In January New York based academic David Harvey spoke at a packed London School of Economics public lecture to promote his latest book, A Brief History of Neo-Liberalism. He set out, with characteristic precision, the story of three decades of assaults carried out by a global ruling class. These attacks, made in the name of neo-liberalism, have seen growing social polarisation, the rise of new elites and the impoverishment of many of those at the bottom of society. He ended by telling his audience, ‘If this looks like class struggle and feels like class struggle, we should call it class struggle. And we should wage class struggle back.’ This vision of neo-liberalism and the need to fight against it run through Harvey’s new book. When we met, the morning after his lecture, I asked him to explain why he wrote it.
‘Two things are distinctive in this work,’ he said. ‘First the historical-geographical emphasis I give to the rise of neo-liberalism – its uneven development on the world stage. I think you come away with a different view of how neo-liberalism works in different places and at different times. It’s not just a monolithic historical change.
‘The second thing is the theoretical framework, which is very much based on class, and the mechanics of surplus extraction from workers across what is now a global capitalist system.’ Following Karl Marx, Harvey sees the exploitation of workers as a central fact of capitalist society. Marx argued that while workers labour for a whole working day, only part of this time goes toward generating the value of their pay packet. The rest of the time workers are generating ‘surplus value’, which passes into the hands of capitalists and is the source of profit.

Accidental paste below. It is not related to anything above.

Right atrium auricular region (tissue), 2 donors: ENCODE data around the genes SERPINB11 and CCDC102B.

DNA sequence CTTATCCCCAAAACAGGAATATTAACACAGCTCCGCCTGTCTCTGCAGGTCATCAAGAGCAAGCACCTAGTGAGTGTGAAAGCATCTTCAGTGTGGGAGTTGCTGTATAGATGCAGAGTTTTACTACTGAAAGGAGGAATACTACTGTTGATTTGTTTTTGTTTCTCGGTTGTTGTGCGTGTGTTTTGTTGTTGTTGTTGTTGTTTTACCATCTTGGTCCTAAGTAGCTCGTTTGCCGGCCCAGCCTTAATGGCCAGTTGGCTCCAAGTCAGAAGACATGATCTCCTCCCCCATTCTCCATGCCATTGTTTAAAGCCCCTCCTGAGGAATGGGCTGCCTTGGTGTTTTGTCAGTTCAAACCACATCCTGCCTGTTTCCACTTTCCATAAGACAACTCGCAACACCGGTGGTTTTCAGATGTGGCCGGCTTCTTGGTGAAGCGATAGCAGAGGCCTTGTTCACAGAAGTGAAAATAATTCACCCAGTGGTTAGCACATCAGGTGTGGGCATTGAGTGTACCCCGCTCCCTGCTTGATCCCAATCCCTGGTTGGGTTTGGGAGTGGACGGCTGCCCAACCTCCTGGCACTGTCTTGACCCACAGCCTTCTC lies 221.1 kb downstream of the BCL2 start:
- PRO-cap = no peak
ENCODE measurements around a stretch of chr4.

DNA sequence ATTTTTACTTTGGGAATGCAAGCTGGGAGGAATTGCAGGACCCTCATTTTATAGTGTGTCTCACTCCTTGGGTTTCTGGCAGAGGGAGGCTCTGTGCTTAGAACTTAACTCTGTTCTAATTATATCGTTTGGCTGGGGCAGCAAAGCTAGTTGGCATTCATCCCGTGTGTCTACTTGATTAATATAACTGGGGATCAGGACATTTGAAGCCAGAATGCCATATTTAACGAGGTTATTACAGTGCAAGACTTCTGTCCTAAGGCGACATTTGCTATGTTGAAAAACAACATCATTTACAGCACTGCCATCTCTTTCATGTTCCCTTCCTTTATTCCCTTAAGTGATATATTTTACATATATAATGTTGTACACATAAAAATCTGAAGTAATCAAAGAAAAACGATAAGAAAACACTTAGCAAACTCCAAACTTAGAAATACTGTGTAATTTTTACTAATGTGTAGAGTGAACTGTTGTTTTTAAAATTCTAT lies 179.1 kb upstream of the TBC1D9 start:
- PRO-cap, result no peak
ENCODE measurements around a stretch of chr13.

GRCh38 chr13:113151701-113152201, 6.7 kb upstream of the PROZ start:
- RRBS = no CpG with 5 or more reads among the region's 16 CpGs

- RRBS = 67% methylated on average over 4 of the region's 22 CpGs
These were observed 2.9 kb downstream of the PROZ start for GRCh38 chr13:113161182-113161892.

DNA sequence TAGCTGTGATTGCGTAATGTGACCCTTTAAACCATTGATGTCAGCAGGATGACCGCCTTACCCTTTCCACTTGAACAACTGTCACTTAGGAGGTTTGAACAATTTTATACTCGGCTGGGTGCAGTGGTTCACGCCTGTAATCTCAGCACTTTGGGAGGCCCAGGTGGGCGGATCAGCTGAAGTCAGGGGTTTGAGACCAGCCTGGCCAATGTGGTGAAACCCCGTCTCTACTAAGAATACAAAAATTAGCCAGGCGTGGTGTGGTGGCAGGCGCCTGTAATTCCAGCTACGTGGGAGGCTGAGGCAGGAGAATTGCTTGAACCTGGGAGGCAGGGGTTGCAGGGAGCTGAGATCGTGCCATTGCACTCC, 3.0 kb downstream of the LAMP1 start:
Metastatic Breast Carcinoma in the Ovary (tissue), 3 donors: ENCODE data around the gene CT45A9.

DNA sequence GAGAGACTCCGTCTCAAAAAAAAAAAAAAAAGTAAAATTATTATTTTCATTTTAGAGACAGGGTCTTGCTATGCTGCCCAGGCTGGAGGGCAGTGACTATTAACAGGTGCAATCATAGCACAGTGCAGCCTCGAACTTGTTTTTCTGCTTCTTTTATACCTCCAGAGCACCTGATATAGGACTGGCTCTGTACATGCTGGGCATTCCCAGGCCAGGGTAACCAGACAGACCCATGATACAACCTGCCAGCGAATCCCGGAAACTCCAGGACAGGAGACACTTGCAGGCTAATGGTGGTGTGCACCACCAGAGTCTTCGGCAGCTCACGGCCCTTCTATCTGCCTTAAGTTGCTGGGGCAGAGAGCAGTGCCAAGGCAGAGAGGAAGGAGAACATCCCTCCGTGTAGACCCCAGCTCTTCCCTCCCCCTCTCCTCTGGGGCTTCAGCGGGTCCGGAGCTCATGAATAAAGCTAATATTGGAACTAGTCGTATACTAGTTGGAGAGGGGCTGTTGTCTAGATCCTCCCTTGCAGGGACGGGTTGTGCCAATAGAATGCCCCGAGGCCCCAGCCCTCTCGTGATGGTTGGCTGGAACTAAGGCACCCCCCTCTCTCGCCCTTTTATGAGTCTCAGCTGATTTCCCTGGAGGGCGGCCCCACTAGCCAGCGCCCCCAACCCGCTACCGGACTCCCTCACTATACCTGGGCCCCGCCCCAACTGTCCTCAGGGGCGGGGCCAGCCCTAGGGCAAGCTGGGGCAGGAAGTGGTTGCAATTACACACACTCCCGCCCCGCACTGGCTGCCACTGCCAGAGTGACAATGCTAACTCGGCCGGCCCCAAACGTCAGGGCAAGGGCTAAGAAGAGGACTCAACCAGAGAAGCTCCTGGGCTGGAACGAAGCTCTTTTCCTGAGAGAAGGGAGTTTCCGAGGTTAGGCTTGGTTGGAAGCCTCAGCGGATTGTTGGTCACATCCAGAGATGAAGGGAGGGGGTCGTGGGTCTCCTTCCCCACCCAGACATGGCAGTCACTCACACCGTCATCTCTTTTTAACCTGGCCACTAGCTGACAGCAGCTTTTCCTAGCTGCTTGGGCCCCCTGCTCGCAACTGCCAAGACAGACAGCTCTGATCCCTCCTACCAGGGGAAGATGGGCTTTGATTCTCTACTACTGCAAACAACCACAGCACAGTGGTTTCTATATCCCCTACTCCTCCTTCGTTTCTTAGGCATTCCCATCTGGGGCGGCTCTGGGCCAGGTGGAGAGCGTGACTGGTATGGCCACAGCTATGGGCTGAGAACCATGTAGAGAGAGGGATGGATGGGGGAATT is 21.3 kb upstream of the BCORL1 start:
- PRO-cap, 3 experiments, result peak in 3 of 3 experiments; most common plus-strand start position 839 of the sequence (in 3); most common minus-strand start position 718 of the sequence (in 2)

Some of this profit can then be pumped back into production, allowing capitalists to draw together ever-greater concentrations of machinery, raw materials and workers. Marx called this process accumulation. Squeezing workers to generate profits, which then feed into accumulation and future profits in an apparently endless cycle, is capitalism’s central driving force.
Neo-liberalism is, for Harvey, a response to a dual crisis that emerged in the mid-1970s for the ruling class. On the one hand capitalists faced a ‘crisis of accumulation’ – the capitalist system was stagnating and profits had fallen from the rates achieved immediately after the Second World War. Secondly, a rising tide of workers’ struggle in the 1960s and 1970s posed a threat to the political power of the ruling elite.
The ideas of neo-liberalism, policies that Harvey describes as ‘deregulation, privatisation and the withdrawal of the state from many areas of social provision’, had existed on the fringes of intellectual life for decades. In the 1970s they were forced centre-stage as an answer to the dual crisis. Harvey argues forcefully that neoliberalism has dramatically failed to resolve the crisis of accumulation. But it has seen a major shift in class power to the benefit of a tiny elite. ‘Many of the other accounts of neo-liberalism talk about its relationship with accumulation, but very few see it clearly as a class project,’ said Harvey.
One of the key moments in the rise of neo-liberalism, which Harvey returns to frequently, comes from the city of New York. He told me, ‘The city ran up a lot of debts, for a variety of reasons. One reason was as a response to the urban crisis of the 1960s in the US. Money was poured into inner cities by the federal government to deal with race problems, unemployment and so on. Out of that came strengthened unions and increased employment in the public sector.’